Questions aren't neutral. The way we ask them communicates how we think and feel about other people. Contempt, respect, shock – it all comes through even when we don't plan for it.
Which is why it's so important to know how to ask the right questions. They're like a key: no matter how hard you try, if you don't use the right one then the door's going to stay shut. Trying to force an answer from a person can be like trying to break down a door – you might break through, but the damage done in the process might be permanent.
Steinar Bryn, our facilitator at the Nansen Center for Peace and Dialogue (NCPD), describes the process
of asking questions during sessions between Kosovar Serbs and Albanians before and after the 1999 war. While not all the conflicts in our lives are as destructive as the one in Kosovo was, what happened in those dialogue sessions is surprisingly universal:The two parties were invited to ask each other questions on the condition that they spent plenty of time preparing the questions as well as preparing the answers. These questions would often be very specific – how do you feel about what happened on a specific day? Do you feel guilty? Do you feel any responsibility? There was a stronger need on both sides to hear which actions the others acknowledged happened, and took responsibility and accepted the guilt for.Although the citizens had spent only a few years apart, the curiosity about everyday life on the other side was high. How much is the coffee? How many hours of electricity do you have? How much water? Internet-access? – I got the feeling that both sides felt the other had gotten the better deal. Much of this was corrected in direct conversations and there was also a sense of more balance in the room, compared to the pre-bombing seminars, where the Albanians dominated the verbal attacks.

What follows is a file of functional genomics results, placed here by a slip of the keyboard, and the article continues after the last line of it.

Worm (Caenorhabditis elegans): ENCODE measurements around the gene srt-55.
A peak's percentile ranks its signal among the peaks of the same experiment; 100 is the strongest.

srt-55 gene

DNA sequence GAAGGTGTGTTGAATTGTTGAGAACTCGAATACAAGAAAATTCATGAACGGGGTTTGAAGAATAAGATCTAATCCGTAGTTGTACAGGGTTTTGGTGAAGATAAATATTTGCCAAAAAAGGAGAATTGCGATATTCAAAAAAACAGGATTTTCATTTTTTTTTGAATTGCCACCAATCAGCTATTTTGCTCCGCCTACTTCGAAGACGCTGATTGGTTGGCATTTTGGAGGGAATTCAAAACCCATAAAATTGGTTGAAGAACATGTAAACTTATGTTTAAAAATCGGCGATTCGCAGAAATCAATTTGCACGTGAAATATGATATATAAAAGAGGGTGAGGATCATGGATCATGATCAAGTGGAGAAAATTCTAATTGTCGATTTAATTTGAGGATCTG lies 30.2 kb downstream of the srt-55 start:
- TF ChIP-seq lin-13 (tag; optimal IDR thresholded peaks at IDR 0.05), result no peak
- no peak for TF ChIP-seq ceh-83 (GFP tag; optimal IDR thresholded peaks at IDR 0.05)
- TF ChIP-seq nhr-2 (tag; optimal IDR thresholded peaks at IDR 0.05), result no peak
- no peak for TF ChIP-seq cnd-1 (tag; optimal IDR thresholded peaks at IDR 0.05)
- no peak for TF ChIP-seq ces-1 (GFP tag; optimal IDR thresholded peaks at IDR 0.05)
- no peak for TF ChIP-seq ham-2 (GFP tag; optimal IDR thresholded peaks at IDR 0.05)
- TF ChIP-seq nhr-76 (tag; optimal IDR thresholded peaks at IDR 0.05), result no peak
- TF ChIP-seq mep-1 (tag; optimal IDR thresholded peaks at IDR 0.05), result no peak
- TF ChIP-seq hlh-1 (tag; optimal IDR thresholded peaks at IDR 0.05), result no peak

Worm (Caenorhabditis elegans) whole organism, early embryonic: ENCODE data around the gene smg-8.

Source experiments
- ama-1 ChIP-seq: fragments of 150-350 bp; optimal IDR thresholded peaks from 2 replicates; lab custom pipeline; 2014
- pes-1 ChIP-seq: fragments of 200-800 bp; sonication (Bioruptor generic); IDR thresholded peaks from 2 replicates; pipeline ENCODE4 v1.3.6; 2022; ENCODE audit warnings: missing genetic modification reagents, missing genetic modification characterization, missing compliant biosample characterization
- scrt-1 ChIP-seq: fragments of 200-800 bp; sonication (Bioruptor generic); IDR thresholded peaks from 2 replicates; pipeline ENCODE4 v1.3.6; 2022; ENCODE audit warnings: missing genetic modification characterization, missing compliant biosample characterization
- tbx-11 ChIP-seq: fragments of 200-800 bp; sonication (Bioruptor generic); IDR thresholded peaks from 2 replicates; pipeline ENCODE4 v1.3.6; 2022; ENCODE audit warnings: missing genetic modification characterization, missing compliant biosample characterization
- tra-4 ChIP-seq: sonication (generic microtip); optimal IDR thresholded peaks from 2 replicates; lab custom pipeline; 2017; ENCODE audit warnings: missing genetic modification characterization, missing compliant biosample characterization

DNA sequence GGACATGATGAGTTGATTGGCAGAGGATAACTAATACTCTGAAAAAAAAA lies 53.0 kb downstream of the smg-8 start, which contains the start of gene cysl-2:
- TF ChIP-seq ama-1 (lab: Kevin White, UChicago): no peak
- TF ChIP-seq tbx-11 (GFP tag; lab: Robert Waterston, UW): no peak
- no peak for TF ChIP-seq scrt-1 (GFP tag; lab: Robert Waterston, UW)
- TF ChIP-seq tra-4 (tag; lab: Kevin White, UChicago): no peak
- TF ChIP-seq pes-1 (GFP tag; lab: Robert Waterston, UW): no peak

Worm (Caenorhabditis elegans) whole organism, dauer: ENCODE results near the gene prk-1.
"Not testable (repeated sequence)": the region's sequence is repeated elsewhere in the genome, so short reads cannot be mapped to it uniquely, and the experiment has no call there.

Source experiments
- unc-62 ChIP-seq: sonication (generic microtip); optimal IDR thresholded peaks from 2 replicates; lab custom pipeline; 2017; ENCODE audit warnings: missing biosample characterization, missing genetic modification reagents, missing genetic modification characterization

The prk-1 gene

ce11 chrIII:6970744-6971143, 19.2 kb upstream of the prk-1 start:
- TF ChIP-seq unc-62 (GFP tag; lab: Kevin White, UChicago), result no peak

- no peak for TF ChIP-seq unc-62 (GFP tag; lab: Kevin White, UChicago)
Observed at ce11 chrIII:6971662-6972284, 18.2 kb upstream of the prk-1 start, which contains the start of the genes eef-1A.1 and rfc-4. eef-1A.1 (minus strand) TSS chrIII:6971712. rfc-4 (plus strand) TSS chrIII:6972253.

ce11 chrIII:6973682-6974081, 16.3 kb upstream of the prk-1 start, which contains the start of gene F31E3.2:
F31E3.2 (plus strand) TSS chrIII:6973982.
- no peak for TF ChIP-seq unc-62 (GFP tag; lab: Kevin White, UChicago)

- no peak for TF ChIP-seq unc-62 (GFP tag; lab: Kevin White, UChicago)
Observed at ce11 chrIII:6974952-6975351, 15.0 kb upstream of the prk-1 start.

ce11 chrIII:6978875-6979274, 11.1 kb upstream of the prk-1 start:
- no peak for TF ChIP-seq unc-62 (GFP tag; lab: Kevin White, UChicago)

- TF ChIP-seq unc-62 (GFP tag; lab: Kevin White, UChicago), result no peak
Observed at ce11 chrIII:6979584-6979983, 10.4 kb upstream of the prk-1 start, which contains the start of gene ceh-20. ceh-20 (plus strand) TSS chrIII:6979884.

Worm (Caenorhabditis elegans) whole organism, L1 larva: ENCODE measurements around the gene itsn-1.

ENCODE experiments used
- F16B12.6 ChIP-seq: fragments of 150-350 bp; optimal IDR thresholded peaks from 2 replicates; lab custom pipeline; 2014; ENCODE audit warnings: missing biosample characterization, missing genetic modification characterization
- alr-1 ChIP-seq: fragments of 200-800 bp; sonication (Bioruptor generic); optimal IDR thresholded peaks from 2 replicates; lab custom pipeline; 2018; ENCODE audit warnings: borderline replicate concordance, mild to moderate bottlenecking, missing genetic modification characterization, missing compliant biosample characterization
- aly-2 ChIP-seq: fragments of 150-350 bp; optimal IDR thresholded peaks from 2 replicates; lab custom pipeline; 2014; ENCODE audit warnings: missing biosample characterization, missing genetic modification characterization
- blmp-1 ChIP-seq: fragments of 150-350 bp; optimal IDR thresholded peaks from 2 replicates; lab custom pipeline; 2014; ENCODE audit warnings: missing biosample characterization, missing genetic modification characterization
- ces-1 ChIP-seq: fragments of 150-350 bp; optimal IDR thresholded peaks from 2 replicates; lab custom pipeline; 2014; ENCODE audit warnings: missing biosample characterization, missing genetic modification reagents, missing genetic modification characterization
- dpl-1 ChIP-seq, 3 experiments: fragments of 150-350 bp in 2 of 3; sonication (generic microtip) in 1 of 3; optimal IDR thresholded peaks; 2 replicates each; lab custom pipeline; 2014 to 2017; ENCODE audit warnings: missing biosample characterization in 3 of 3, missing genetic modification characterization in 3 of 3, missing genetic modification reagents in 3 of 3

While using the method of asking each other questions, a Serb leader from Mitrovica North asked "Why did you not help us last winter when the electricity was cut off in our villages?" This was a rhetorical question asking for the admission of "we didn't help you because we wanted you to move." Soft ethnic cleansing. The surprising answer was that electricity was cut off in Albanian villages too. The Serbs had been convinced that the cut-off had been ethnically motivated. In further conversation with each other they discovered that an Irish company cut off electricity to everyone who did not pay for the services.
Through giving time to prepare important questions (and in resisting the desire to give impulsive answers), participants were able to encounter other sides of the story and come closer to a common truth.
Questions need time to prepare. But even long before that point there had to be a lot of other work done so that participants could really start digging into the roots of the conflict.